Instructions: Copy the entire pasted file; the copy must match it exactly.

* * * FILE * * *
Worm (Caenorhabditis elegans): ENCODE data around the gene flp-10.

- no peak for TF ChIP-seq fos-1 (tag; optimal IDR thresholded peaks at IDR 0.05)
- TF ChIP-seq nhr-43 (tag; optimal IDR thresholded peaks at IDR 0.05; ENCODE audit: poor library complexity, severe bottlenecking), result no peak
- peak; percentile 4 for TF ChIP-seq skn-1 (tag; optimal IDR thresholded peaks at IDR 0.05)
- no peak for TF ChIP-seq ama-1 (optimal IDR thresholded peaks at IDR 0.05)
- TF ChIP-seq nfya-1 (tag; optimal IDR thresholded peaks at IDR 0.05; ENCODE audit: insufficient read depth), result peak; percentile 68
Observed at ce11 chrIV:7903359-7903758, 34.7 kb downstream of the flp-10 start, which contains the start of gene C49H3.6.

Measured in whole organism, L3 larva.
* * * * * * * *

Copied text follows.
Worm (Caenorhabditis elegans): ENCODE data around the gene flp-10.

- no peak for TF ChIP-seq fos-1 (tag; optimal IDR thresholded peaks at IDR 0.05)
- TF ChIP-seq nhr-43 (tag; optimal IDR thresholded peaks at IDR 0.05; ENCODE audit: poor library complexity, severe bottlenecking), result no peak
- peak; percentile 4 for TF ChIP-seq skn-1 (tag; optimal IDR thresholded peaks at IDR 0.05)
- no peak for TF ChIP-seq ama-1 (optimal IDR thresholded peaks at IDR 0.05)
- TF ChIP-seq nfya-1 (tag; optimal IDR thresholded peaks at IDR 0.05; ENCODE audit: insufficient read depth), result peak; percentile 68
Observed at ce11 chrIV:7903359-7903758, 34.7 kb downstream of the flp-10 start, which contains the start of gene C49H3.6.

Measured in whole organism, L3 larva.